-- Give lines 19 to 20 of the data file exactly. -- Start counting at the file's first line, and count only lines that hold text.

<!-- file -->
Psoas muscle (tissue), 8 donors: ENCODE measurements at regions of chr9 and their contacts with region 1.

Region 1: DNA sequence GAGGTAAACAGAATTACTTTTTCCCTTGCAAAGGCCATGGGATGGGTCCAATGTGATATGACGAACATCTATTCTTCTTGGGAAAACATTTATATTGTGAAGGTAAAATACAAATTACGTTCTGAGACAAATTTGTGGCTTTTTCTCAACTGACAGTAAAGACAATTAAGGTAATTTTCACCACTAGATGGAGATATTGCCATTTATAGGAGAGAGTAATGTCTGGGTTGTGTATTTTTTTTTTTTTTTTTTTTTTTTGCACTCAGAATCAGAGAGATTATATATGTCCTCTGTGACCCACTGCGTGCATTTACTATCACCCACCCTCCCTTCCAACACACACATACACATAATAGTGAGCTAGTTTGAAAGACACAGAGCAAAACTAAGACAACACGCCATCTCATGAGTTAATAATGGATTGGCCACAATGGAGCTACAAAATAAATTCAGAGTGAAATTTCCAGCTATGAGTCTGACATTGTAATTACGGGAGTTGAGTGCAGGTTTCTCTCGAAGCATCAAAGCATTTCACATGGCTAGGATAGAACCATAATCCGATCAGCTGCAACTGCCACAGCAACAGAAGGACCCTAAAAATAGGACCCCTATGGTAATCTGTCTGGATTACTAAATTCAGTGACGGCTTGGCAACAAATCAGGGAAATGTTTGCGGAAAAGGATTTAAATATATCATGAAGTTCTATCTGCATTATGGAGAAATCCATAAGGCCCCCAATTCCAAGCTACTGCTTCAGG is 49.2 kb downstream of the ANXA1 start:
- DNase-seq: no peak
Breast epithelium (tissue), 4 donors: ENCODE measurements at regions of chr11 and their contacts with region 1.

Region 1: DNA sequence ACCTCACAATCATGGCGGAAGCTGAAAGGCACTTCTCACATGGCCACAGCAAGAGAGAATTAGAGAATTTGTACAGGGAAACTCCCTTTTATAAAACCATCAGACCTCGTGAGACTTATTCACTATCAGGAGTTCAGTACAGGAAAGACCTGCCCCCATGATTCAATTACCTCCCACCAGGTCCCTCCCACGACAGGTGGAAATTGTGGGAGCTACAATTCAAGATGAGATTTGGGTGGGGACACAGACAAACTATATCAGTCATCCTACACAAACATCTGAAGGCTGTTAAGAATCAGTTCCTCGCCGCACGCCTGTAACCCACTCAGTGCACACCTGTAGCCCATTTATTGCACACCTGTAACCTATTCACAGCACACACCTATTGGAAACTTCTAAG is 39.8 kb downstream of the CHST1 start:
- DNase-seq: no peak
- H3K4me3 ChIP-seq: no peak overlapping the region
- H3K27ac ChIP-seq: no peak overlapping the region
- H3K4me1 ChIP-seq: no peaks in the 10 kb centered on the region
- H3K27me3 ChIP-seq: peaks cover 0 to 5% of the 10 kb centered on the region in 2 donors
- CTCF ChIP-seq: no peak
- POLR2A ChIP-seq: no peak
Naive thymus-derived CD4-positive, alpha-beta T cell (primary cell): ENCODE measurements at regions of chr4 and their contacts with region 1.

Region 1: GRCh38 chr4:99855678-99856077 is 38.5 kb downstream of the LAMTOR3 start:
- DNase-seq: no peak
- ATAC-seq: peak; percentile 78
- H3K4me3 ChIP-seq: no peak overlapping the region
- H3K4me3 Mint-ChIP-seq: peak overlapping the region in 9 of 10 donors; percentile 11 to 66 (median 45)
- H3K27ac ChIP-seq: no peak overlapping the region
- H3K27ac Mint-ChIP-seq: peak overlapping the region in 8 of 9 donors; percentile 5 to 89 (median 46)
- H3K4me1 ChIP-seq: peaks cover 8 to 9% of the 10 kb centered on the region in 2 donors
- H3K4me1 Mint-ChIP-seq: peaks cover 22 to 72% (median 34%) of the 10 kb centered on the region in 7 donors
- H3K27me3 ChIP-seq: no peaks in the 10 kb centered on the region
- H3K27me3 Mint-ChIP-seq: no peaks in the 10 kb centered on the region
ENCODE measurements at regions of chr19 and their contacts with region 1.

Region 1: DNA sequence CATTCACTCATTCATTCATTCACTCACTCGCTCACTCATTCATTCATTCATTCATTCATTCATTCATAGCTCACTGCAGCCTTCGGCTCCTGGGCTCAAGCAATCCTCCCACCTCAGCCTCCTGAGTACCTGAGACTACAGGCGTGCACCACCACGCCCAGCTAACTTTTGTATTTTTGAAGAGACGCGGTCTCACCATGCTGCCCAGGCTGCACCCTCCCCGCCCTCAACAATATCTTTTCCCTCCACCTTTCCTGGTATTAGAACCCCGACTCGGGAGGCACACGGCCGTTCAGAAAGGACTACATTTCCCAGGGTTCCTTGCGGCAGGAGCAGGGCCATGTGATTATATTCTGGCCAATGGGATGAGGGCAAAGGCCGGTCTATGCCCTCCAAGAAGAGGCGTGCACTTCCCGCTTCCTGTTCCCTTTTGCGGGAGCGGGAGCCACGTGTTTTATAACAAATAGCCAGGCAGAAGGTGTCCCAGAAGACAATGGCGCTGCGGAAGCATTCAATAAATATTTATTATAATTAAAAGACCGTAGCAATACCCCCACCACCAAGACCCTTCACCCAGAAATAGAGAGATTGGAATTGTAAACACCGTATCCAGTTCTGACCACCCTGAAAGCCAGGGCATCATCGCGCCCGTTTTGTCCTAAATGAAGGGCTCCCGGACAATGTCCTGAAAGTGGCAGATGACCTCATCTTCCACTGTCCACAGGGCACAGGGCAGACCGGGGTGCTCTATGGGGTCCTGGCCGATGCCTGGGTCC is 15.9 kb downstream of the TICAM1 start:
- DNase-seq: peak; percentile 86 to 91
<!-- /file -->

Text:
- H3K27ac ChIP-seq: no peak overlapping the region
- H3K27ac Mint-ChIP-seq: peak overlapping the region in 8 of 9 donors; percentile 5 to 89 (median 46)